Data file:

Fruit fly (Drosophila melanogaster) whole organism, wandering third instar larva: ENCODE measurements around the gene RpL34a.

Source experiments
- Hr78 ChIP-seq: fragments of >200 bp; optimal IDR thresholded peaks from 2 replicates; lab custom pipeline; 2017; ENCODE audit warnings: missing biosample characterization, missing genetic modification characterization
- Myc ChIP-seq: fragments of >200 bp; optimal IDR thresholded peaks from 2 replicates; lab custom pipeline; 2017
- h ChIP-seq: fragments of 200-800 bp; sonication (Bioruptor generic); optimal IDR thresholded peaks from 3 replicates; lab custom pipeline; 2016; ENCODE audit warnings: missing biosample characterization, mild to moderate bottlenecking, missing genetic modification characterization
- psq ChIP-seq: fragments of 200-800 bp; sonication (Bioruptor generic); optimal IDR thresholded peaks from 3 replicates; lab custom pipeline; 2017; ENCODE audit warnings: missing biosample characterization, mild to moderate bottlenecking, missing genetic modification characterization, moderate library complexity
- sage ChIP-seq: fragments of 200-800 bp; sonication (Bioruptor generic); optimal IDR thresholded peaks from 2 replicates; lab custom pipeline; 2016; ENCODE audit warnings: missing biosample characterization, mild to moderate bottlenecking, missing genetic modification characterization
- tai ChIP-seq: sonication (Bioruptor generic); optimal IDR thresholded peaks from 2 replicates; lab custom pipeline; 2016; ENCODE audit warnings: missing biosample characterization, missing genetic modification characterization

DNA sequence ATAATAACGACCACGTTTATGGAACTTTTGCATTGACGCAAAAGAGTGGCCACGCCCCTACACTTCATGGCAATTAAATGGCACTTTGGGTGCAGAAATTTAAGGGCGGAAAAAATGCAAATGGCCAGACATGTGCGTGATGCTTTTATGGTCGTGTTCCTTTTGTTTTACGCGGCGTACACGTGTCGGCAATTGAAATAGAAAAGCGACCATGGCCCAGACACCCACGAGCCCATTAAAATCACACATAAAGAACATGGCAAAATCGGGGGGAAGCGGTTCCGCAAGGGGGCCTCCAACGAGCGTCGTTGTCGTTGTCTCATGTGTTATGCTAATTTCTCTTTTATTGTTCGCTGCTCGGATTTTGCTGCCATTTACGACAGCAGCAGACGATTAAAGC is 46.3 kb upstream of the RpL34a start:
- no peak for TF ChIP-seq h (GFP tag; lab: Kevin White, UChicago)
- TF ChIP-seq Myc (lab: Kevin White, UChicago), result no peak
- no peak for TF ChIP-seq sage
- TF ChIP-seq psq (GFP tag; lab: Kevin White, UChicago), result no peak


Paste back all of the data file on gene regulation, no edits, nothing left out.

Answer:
Fruit fly (Drosophila melanogaster) whole organism, wandering third instar larva: ENCODE measurements around the gene RpL34a.

Source experiments
- Hr78 ChIP-seq: fragments of >200 bp; optimal IDR thresholded peaks from 2 replicates; lab custom pipeline; 2017; ENCODE audit warnings: missing biosample characterization, missing genetic modification characterization
- Myc ChIP-seq: fragments of >200 bp; optimal IDR thresholded peaks from 2 replicates; lab custom pipeline; 2017
- h ChIP-seq: fragments of 200-800 bp; sonication (Bioruptor generic); optimal IDR thresholded peaks from 3 replicates; lab custom pipeline; 2016; ENCODE audit warnings: missing biosample characterization, mild to moderate bottlenecking, missing genetic modification characterization
- psq ChIP-seq: fragments of 200-800 bp; sonication (Bioruptor generic); optimal IDR thresholded peaks from 3 replicates; lab custom pipeline; 2017; ENCODE audit warnings: missing biosample characterization, mild to moderate bottlenecking, missing genetic modification characterization, moderate library complexity
- sage ChIP-seq: fragments of 200-800 bp; sonication (Bioruptor generic); optimal IDR thresholded peaks from 2 replicates; lab custom pipeline; 2016; ENCODE audit warnings: missing biosample characterization, mild to moderate bottlenecking, missing genetic modification characterization
- tai ChIP-seq: sonication (Bioruptor generic); optimal IDR thresholded peaks from 2 replicates; lab custom pipeline; 2016; ENCODE audit warnings: missing biosample characterization, missing genetic modification characterization

DNA sequence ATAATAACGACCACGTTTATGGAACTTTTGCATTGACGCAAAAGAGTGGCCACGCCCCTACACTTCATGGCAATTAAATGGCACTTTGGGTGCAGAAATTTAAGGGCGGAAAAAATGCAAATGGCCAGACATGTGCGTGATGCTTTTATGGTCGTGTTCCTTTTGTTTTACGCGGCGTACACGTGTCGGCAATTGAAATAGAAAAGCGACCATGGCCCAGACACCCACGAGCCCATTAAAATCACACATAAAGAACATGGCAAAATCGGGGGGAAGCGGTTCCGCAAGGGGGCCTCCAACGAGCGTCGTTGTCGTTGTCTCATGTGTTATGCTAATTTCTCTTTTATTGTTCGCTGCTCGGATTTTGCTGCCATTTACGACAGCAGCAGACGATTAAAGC is 46.3 kb upstream of the RpL34a start:
- no peak for TF ChIP-seq h (GFP tag; lab: Kevin White, UChicago)
- TF ChIP-seq Myc (lab: Kevin White, UChicago), result no peak
- no peak for TF ChIP-seq sage
- TF ChIP-seq psq (GFP tag; lab: Kevin White, UChicago), result no peak